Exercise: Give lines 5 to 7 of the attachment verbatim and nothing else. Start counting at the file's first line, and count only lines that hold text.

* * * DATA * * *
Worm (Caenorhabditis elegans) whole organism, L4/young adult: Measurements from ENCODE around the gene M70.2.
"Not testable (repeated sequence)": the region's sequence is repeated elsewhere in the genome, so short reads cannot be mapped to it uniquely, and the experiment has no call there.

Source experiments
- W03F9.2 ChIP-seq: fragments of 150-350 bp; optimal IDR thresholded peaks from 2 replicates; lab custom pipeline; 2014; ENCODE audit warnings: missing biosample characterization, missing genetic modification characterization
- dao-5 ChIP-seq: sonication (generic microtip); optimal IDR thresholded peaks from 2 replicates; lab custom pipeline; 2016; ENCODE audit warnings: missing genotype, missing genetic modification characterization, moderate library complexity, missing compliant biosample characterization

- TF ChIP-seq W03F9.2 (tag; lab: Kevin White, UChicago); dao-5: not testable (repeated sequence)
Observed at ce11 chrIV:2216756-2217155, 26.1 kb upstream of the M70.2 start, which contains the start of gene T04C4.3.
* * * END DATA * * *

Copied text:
- dao-5 ChIP-seq: sonication (generic microtip); optimal IDR thresholded peaks from 2 replicates; lab custom pipeline; 2016; ENCODE audit warnings: missing genotype, missing genetic modification characterization, moderate library complexity, missing compliant biosample characterization

- TF ChIP-seq W03F9.2 (tag; lab: Kevin White, UChicago); dao-5: not testable (repeated sequence)
Observed at ce11 chrIV:2216756-2217155, 26.1 kb upstream of the M70.2 start, which contains the start of gene T04C4.3.